Recent terrorist near misses on Christmas Day 2009 and in Times Square in May 2010 received the usual call from policymakers and pundits: “We need to connect the dots.” However, calls for “More Intelligence” and “Connecting the Dots” quickly contort into counterproductive policy and unnecessary expenditures that hamper our counterterrorism abilities for several reasons.
1-We still don’t understand the threat
The Christmas Day underwear bombing attempt suggests ‘a lack of intelligence’ isn’t the problem. A plethora of intelligence clues turned up in the aftermath of this failed bombing attempt. The bomber, Umar Farouk Abdulmutallab, bought a ticket in cash, had been denied a visa to enter Britain, was detected by the NSA and tipped off to the U.S. Embassy. All of these tell tale terrorism dots were not connected. Why? Analysis is the culprit, not data.
2-We are overwhelmed with data, most of it worthless
Analysts failed to detect the Christmas day plot, but to their credit, they are overwhelmed with reporting. Unfortunately, policymakers and counterterrorism officials will rush to create “more intelligence” such that this “never happens again.” To prove to Congress expanded capability, government officials will publish more intelligence reports. These officials will brief Congress in subsequent rounds of testimony where they state, “Senator X, since the last time we spoke, our agency has generated 300 gazillion intelligence reports on al Qaeda which is a 30% increase in intelligence over last fiscal year”. The session will end, Senator X will be happy there is more intelligence reporting and a few months later, another terrorist plot will sneak by U.S. CT analysts.
Why does ‘more intelligence’ fail to stop terrorism?
Imagine you are a kid taking swimming lessons. You show up to the lesson, receive a quick briefing from your swim instructor and then you are dumped into the center of the pool. You throw your arms haphazardly at the water, thrashing violently, barely keeping your head above the surface. You try to reach the side and you don’t make it. The instructor jumps in and saves you.
The instructor gets you out and says, “well you didn’t make it to the side of the pool, but maybe we’ll try a different method next time.” During the next swimming lesson, the instructor boats you a couple miles into the ocean and throws you in saying, “now, try to swim to shore.” You quickly drown.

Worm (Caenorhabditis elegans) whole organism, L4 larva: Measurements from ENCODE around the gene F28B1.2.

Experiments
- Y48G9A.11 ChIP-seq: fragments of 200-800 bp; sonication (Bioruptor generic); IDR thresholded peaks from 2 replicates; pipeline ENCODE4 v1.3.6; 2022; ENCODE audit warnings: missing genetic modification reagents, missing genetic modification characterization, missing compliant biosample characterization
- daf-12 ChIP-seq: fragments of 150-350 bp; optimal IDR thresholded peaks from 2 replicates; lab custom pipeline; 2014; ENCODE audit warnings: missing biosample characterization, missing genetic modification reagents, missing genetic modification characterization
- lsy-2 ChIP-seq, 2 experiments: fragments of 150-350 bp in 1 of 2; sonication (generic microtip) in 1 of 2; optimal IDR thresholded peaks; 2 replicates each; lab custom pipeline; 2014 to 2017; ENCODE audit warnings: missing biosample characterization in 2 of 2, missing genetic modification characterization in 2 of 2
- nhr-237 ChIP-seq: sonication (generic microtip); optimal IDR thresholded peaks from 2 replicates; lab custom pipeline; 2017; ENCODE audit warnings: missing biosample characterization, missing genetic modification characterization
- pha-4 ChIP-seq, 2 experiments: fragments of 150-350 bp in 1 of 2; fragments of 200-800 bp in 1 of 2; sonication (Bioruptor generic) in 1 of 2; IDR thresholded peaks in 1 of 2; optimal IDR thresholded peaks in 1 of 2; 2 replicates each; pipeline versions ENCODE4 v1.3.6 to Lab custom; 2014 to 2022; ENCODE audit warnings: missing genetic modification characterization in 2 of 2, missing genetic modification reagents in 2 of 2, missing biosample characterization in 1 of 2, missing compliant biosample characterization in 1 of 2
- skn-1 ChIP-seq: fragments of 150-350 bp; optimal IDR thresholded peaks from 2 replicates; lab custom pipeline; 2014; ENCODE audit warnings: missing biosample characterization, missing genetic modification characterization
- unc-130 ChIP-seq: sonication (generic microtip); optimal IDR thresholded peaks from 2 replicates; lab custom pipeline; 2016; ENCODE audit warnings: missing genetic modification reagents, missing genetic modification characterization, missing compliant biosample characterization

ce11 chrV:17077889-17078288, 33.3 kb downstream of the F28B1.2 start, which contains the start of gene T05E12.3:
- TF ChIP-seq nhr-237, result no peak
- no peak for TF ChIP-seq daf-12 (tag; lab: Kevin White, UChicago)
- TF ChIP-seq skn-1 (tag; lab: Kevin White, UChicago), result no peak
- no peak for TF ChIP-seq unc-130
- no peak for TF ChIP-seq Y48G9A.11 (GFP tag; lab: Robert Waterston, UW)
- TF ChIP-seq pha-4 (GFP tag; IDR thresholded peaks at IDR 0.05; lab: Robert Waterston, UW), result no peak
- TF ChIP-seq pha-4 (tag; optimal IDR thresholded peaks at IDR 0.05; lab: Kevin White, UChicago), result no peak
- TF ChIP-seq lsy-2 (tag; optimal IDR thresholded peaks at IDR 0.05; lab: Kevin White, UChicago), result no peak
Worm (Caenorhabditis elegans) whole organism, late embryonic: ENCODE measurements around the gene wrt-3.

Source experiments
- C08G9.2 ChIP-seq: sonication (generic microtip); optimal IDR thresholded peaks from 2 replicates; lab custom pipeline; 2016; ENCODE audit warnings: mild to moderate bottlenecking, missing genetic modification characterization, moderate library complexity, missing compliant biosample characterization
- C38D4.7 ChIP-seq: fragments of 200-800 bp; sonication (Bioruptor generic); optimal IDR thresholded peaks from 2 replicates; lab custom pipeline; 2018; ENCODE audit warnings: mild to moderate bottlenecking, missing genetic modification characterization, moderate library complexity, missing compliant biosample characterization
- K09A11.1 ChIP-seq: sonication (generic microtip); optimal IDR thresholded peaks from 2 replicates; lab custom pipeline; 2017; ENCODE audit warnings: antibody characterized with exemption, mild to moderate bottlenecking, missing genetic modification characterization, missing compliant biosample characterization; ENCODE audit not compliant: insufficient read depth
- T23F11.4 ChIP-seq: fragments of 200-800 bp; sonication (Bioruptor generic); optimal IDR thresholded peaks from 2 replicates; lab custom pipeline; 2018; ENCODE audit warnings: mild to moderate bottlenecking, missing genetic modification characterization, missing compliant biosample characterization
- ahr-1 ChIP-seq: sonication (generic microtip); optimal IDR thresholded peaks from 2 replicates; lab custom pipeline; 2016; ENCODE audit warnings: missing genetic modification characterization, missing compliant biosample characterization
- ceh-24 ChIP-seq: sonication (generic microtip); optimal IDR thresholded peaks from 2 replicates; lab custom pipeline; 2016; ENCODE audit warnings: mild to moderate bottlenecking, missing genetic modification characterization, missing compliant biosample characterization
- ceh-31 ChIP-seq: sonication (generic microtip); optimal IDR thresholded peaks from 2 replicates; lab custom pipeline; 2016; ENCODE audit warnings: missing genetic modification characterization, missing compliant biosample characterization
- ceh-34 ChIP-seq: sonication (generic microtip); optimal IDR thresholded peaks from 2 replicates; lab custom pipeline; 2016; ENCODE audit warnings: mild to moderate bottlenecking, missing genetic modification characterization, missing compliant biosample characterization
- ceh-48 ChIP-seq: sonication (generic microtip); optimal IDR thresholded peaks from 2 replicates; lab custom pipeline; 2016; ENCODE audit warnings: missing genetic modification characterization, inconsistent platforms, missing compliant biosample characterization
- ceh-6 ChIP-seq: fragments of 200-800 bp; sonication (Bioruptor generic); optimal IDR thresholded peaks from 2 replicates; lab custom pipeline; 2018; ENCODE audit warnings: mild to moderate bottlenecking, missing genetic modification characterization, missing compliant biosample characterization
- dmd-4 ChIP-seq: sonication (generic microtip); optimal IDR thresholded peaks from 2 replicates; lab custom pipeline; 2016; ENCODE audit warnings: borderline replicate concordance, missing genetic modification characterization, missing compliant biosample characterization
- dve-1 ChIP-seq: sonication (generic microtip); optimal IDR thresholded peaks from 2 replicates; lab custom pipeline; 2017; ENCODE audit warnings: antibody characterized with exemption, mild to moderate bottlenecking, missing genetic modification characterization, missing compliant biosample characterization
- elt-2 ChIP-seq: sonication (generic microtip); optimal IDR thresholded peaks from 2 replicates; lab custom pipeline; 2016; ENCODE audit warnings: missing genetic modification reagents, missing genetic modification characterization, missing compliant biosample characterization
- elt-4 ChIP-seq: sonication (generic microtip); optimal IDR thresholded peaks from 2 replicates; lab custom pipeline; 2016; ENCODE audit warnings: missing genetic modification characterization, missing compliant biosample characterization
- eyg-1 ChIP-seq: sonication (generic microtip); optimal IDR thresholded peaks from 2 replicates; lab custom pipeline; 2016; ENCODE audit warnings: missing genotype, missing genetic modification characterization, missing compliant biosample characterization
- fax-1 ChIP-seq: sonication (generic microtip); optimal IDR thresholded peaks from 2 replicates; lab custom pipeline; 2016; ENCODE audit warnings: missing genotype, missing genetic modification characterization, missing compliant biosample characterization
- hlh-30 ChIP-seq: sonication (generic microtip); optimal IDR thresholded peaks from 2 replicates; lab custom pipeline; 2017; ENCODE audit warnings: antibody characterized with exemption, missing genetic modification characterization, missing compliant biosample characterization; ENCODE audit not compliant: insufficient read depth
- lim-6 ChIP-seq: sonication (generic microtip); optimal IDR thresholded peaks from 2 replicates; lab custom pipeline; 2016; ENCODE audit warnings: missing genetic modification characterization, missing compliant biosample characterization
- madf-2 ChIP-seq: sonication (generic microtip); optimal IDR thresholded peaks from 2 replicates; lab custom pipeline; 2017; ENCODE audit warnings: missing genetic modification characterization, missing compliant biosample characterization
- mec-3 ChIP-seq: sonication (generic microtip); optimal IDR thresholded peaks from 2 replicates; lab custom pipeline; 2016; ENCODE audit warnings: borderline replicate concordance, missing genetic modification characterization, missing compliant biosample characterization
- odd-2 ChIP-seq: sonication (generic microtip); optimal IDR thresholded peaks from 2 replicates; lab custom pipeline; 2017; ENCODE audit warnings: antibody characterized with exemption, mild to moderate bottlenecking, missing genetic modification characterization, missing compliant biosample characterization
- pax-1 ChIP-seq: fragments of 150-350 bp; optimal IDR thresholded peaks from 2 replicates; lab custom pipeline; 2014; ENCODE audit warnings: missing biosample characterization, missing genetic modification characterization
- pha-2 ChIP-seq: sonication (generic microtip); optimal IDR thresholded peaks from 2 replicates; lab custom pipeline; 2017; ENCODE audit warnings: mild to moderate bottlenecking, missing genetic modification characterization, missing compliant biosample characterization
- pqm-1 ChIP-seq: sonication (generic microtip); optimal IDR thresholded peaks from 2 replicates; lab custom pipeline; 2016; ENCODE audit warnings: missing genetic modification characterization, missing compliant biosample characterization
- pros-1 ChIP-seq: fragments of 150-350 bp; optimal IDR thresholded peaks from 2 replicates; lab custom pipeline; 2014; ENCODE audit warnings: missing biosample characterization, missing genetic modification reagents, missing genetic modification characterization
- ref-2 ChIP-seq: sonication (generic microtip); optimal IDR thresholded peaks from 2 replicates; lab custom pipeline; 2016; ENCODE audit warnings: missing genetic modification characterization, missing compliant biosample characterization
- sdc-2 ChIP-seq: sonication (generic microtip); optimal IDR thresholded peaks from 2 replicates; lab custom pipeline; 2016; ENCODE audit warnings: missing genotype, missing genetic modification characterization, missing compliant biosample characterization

This silly story mirrors our repeated approach to counterterrorism. Except the analyst or investigator is the swimmer, intelligence data is the water, and detection of the terrorist plot is the edge of the pool or shore. Our counterterrorism approach has been to detect the next terrorist plot by turning our intelligence pool into an ocean. Subsequently, we are less likely, not more likely, to detect and disrupt the next plot. There is just too much data, too much reporting, to make sense of what is happening.
3- We invest in CT stuff far more than we invest in CT people
Each terrorist attempt results in further spending to improve counterterrorism. Except buying more counterterrorism stuff remains far easier than investing in CT people. Rather than train our analysts and investigators sensibly to build accurate analytical models of the threat, officials will buy more plasma TV’s, databases and software that produces really neat looking charts with lines connecting colorful shapes of differing sizes.
Each increase in CT technology stuff distracts the CT personnel who must learn how to query an intelligence database they will seldom use. Each database further segregates information bits creating technological silos where key information is overwhelmed by other worthless information.
So what do we do to fix this?
First, train analysts and investigators on analytical methods representative of the threat we face. We have the intelligence, but we don’t routinely recognize the equation. The Christmas attempt follows the exact model al Qaeda has used for more than a decade; Recruit, Indoctrinate, Train, Equip, Attack. Al Qaeda recruited Abdulmutallab during university time in London which has been a worry for years. Indoctrination occurred in Yemen where he received training, an explosive device previously utilized in Saudi, and targeting guidance. He attacked via commercial aviation defeating weak security measures previously defeated by Richard Reid, the 9/11 hijackers, the Bojinka plot, etc. Al Qaeda has not significantly changed their approach, and it appears, unfortunately, we have not significantly changed our approach either.
Second, narrow our intelligence streams to what is useful. Many agencies maintain upwards of 30 or more counterterrorism databases; each requiring special access passwords and dedicated training. These databases contain thousands of reports; 98% of which say something like, “Osama Bin Laden is awful and we should stop him!” Two percent of these intelligence reports prove to be useful, but our technology silos prevent rapid discovery and utilization.
Third, eliminate redundant counterrorism bureaucracy. I’ll write much more on the counterterrorism behemoth, but the volume of people working on CT is counterproductive. Too many people in too many agencies trying to do the same thing with limited information. Consolidate and reduce the counterterrorism effort and we will likely have greater success.